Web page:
Tom Ramcigam (magicmarmot) wrote,
Tom Ramcigam
magicmarmot

Brilliance


The core premise of Information Theory is that everything can be broken
down into two things: signal and noise. The signal is what
you want to retain, the noise is everything else.
In a signal processing environment, it makes perfect sense, and has a
lot of mathematical rigor that I really don't want to go into here (if
you're interested, look up "autocorrelation" and you'll see what I
mean).
Noise can be further broken down into two categories: correlated noise
(distortion) and uncorrelated noise (noise).

Uncorrelated noise is completely independent of the signal, and tends to
be random in nature, like white noise. Correlated noise is dependent on
the signal, and is usually introduced into the system by nonlinear
responses that change the shape of the signal (harmonic distortion) or
the symmetry of response (intermodulation distortion).

Uncorrelated noise is relatively easy to deal with by using the
information density bandwidth. For instance, if you repeat a siognal
over and over and average it out over several iterations, the
uncorrelated noise has a tendency to cancel itself out. One common
technique that is used a lot in CD players and A/D converters is
oversampling:
A CD player plays samples at 44.1 kHz (44,100 samples per second). With
something like 8x oversampling, samples are actually taken at 8 x
44100, or 352800 samples per second, then a filter is used to average
those samples down to the "real" rate.

Let me give an example using a set of numbers.

[0,0,0,0,0,0,0,0,100,100,100,100,100,100,100,100,0,0,0,0,0,0,0,0]

If you plotted these numbers on a graph, it would look something like
this:


        ┌────────┐
        │        │
────────┘        └────────


Now we introduce uncorrelated noise with the same amplitude range
(0-100), which for this purpose will be a set of random numbers:

[98, 14, 77, 2, 3, 86, 40, 12, 17, 9, 55, 76, 8, 90, 28, 17, 6, 66, 12,
83, 65, 4, 33, 1]

Adding them together, we get

[98, 14, 77, 2, 3, 86, 40, 12, 117, 109, 155, 176, 108, 190, 128, 117,
6, 66, 12, 83, 65, 4, 33, 1]

(BTW, Excel is wonderful for analyzing this kind of thing. If you want the excel file it is HERE.)

If you plot this out on a graph, it looks pretty ugly.

So now what we'll try is a 4x "sliding window" oversampling: start off
at the first position, take four consecutive numbers and average them;
slide to the next position and average those numbers and so on. (at the
end you run into a problem of a boundary... For now just assume values
of 0.)

For instance:
98 + 14 + 77 + 2 = 191, /4 = 47.75
Slide one position
14 + 77 + 2 + 3 = 96, /4 = 24 (and so on).

The final array values are:
47.75
24
42
32.75
35.25
63.75
69.5
98.25
139.25
137
157.25
150.5
135.75
110.25
79.25
50.25
41.75
56.5
41
46.25
25.75
9.5
8.5
0.25

If you plot this out in a graph and compare it to the signal + noise
graph above, you can see how the effect of this oversampling has
effectively "smoothed out" the graph, making it easier to see the "hump"
in the middle. The higher the number of oversamples, the smoother the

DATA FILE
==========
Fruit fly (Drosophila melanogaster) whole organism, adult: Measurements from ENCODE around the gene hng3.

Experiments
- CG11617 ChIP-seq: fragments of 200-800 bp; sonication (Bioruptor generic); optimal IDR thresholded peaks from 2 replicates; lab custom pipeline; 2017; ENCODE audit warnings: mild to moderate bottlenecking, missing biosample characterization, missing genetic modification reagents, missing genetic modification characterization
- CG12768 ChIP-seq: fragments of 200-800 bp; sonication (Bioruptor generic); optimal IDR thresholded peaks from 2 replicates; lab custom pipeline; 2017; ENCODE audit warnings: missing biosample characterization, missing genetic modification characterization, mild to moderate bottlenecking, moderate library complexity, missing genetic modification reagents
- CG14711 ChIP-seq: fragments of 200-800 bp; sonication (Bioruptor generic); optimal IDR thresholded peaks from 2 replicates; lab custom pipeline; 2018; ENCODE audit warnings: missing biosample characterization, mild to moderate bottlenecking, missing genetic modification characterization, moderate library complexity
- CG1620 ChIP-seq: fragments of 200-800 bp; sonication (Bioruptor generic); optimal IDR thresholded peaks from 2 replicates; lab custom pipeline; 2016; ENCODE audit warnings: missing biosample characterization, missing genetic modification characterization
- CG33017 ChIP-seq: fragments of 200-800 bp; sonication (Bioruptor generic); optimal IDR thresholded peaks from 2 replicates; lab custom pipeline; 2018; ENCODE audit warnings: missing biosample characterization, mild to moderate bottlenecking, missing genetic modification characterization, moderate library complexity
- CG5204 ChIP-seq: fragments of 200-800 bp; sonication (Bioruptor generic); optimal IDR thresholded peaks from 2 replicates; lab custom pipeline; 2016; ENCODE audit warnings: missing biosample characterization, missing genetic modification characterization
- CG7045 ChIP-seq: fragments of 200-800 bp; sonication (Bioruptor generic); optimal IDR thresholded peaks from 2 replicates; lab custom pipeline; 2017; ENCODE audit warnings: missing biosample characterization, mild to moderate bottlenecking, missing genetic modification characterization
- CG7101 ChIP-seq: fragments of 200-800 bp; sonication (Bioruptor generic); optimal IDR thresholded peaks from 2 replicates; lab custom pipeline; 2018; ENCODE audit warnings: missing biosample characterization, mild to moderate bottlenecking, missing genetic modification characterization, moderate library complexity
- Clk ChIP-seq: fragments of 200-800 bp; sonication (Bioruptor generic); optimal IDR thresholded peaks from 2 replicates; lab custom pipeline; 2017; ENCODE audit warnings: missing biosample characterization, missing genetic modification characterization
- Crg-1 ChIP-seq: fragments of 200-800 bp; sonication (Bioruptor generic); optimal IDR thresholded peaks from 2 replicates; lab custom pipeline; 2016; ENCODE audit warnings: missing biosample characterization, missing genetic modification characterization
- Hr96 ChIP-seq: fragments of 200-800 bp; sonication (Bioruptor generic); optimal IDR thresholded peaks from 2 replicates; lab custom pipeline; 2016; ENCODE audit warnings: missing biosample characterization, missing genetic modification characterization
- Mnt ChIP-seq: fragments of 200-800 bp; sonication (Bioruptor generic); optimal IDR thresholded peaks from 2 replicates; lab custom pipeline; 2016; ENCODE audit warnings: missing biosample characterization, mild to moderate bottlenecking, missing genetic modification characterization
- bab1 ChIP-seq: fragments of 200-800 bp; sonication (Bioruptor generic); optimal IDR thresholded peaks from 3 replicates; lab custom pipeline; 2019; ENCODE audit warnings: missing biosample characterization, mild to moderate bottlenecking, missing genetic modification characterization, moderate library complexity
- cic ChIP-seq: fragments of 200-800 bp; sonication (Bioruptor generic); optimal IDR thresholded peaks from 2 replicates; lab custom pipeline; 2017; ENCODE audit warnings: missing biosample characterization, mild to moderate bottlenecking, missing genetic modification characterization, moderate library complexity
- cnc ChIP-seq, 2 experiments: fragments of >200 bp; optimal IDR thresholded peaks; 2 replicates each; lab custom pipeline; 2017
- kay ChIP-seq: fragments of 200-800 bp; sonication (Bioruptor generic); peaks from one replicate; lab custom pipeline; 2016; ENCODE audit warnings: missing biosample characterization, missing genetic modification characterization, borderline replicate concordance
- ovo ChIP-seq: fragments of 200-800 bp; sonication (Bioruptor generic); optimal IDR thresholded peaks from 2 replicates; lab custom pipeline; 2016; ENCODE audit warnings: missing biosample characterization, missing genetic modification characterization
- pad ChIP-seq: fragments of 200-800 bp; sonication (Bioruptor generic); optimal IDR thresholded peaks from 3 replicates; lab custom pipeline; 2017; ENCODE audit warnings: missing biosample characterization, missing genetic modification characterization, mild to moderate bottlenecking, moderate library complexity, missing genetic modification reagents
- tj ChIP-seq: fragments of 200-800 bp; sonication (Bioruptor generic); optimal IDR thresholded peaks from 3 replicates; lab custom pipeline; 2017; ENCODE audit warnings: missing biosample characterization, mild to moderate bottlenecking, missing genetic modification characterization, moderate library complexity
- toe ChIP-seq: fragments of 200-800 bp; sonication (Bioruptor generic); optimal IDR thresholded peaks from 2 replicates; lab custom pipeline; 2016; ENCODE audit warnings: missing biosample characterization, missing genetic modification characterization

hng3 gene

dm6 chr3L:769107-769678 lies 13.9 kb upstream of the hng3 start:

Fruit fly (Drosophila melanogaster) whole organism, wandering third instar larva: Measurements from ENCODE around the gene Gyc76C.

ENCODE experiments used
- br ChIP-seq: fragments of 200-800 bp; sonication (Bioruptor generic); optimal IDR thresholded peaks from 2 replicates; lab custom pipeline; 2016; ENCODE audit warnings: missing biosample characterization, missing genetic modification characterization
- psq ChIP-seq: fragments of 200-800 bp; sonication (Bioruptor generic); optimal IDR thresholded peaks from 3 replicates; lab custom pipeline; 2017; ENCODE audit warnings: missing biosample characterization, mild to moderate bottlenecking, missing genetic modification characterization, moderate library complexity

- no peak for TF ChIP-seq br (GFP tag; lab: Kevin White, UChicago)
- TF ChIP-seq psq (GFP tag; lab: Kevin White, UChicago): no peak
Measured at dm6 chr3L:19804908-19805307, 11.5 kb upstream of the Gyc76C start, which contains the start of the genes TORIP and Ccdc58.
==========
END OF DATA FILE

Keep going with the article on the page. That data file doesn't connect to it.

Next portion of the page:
graph becomes; high-end digital audio systems regularly use 256 x
oversampling.

Correlated noise, or distortion is much harder to deal with. Because it
is related to the signal, it is almost impossible to remove on the
receiving end, and takes some huge processing power and some knowledge
of the distortion that the system introduces. It can be done by a
process known as deconvolution using the impulse response
of the system, assuming that the impulse response is static.
When it works, it's almost magical. It can be used in forensic labs to
clear up audio from badly recorded tapes, remove reverb and improve
intelligibility, but it rarely sounds pretty.
The best way to deal with distortion is to remove it from the system by
good design practices, and this is where I have a sticking point with
many computer audio cards. Most of them list a spec called THD+N (total
harmonic distortion plus noise) with a really really small figure. The
problem is that harmonic distortion is really pretty easy to get rid of,
but it is not the major problem with soundcards. The big culprit is
intermodulation distortion.

Intermodulation distortion (IMD) is not something that is easily
understood, but the symptoms are easy to spot when you know what you're
listening for.

IMD is measured by sending two pure sine waves into a system, say at
1000 and 10,000 Hz. If there were no IMD, what would come out of the
system would be two sine waves at 1000 and 10,000 Hz. With IMD however,
you get artifacts at the sum and difference harmonics; for instance,
there will be a signal at 8000, 9000, 11,000, 12,000 Hz and so on. The
more of these "ghost" signals there are, the higher the IMD and the
worse the system sounds.
Soundblaster's high end stuff has huge IMD problems. And even
Digidesign's really expensive cards have ugly problems. It shows up the
easiest when you listen to a ride cymbal: on a good system, you can hear
the cymbal ring with clarity. On a system with bad IMD, it sounds a lot
like white noise.


But information comes in a different context as well, a philosophical
one. Consider that everything that you percieve through your senses can
be thought of as information being processed; that means that what you
percieve as "reality" is just information. Signal + noise. Your brain
does a whole lot of processing with perceptual filters to try and boost
the signal-to-noise ratio (S/N), but you also apply personal perceptual
filters to what you receive as "cooked" data.

How good are your filters?


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